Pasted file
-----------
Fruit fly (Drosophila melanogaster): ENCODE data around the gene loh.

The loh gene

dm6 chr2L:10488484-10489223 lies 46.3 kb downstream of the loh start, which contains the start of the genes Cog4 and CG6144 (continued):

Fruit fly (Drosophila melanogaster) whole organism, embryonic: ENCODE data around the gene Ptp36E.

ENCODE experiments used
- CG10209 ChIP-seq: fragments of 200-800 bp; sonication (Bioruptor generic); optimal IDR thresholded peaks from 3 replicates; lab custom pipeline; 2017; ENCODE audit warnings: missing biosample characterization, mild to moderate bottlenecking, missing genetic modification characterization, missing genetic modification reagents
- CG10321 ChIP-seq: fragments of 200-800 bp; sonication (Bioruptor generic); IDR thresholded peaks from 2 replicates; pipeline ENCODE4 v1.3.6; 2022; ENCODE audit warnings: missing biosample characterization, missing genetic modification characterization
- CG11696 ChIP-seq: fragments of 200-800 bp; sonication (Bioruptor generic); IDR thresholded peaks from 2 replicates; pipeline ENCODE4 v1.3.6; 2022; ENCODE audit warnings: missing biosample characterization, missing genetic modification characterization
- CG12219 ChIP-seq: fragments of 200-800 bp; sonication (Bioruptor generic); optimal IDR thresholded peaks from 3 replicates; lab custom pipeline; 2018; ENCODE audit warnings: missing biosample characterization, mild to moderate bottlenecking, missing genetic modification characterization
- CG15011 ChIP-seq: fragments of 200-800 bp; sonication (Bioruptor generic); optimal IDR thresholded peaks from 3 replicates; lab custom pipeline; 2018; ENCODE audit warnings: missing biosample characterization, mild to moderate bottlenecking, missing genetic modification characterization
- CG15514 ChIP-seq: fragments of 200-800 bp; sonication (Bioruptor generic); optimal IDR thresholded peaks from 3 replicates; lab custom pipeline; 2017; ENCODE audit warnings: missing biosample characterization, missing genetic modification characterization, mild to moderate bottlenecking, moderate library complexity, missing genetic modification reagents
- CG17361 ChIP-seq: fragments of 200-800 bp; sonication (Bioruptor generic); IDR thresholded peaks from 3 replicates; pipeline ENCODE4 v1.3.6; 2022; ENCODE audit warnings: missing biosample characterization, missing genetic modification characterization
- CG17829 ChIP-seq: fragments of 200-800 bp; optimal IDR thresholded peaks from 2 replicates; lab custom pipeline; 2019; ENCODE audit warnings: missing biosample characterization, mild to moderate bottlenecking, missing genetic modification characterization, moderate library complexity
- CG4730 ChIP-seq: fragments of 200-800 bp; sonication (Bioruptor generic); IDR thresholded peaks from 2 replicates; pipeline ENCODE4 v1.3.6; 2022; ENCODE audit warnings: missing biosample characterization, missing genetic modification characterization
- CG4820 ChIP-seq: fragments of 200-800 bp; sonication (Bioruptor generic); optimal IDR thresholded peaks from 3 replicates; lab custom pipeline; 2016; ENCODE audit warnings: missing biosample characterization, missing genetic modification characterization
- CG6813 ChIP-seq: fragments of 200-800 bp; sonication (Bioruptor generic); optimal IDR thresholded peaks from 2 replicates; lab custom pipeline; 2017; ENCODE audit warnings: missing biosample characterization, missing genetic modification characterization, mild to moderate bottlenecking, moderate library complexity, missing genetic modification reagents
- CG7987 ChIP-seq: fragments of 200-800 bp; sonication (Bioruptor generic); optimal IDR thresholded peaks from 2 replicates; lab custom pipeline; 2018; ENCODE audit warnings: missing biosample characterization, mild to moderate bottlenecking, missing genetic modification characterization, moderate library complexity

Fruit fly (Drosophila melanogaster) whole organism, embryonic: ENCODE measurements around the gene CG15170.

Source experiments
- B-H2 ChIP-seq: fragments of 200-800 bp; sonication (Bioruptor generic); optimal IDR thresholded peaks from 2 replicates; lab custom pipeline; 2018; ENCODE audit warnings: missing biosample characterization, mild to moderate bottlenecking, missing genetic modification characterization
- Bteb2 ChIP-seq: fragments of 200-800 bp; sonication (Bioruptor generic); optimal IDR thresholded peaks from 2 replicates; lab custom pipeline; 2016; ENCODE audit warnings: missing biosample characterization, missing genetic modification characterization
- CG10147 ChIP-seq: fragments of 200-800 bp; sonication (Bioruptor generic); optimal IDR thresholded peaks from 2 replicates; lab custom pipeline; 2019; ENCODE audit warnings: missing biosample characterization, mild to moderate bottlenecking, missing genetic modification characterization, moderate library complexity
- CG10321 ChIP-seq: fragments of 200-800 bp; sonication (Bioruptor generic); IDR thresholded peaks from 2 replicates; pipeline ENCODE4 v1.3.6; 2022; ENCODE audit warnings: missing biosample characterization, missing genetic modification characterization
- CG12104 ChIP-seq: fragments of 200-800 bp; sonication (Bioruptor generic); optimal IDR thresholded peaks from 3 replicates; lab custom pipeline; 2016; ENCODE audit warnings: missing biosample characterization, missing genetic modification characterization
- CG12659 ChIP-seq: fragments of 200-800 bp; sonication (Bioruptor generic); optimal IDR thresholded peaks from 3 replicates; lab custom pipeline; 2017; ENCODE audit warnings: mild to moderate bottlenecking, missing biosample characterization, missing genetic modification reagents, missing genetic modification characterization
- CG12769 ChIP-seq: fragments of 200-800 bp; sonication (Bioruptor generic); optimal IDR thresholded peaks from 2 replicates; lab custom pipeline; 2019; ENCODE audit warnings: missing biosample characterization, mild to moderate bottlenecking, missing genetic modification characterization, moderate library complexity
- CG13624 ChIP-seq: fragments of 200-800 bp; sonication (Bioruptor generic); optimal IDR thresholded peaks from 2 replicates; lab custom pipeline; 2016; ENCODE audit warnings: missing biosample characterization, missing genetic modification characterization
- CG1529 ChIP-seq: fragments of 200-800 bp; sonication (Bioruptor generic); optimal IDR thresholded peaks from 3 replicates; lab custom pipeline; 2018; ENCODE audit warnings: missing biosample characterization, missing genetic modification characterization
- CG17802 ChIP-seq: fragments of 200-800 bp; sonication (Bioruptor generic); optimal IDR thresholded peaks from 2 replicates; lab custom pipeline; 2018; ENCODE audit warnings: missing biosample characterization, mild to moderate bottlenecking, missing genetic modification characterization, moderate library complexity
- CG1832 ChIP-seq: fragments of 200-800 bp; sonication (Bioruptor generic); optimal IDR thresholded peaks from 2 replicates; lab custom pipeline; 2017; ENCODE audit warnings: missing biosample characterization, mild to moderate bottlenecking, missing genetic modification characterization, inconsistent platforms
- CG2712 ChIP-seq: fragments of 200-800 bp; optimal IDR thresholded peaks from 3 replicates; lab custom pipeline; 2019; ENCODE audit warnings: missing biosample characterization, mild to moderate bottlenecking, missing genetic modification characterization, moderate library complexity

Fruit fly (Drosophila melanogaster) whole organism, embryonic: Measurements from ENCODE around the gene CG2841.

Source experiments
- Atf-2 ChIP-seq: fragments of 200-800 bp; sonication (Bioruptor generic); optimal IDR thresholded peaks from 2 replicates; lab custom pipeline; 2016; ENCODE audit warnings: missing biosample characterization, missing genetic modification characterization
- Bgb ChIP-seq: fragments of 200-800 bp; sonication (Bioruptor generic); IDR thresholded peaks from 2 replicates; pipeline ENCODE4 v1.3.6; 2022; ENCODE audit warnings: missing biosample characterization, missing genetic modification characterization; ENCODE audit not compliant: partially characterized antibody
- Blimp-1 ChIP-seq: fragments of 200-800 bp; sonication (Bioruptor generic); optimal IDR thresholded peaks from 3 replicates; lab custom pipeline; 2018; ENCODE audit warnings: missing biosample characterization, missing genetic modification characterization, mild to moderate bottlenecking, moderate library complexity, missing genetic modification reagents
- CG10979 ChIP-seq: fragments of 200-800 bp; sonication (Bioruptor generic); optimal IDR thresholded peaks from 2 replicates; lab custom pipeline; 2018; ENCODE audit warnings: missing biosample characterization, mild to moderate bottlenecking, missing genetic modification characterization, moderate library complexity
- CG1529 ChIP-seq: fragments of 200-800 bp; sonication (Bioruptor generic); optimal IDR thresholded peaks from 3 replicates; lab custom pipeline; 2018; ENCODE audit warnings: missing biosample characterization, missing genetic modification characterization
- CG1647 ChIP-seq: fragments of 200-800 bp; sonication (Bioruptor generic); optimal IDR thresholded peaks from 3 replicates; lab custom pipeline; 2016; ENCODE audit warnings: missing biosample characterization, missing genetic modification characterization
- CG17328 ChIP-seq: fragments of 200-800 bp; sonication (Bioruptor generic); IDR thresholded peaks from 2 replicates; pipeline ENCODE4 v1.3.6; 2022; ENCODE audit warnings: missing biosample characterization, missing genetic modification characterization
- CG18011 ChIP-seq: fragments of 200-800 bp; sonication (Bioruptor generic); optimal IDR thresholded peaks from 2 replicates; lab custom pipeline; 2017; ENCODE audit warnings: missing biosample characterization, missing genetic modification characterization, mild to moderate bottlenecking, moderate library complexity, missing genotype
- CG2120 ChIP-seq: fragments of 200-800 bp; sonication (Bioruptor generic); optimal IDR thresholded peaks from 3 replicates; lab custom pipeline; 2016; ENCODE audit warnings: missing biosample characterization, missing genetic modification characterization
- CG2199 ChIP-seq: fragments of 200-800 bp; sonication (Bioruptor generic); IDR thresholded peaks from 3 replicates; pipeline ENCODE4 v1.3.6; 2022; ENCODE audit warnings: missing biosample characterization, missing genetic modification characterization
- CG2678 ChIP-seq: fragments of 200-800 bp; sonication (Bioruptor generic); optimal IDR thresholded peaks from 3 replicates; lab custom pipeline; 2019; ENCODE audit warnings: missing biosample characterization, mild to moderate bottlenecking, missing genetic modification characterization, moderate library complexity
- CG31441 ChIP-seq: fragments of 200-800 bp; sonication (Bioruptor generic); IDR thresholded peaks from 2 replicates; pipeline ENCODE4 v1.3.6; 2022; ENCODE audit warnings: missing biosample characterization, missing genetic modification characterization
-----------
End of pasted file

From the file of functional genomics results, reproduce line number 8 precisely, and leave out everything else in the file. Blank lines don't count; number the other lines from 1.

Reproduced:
- CG11696 ChIP-seq: fragments of 200-800 bp; sonication (Bioruptor generic); IDR thresholded peaks from 2 replicates; pipeline ENCODE4 v1.3.6; 2022; ENCODE audit warnings: missing biosample characterization, missing genetic modification characterization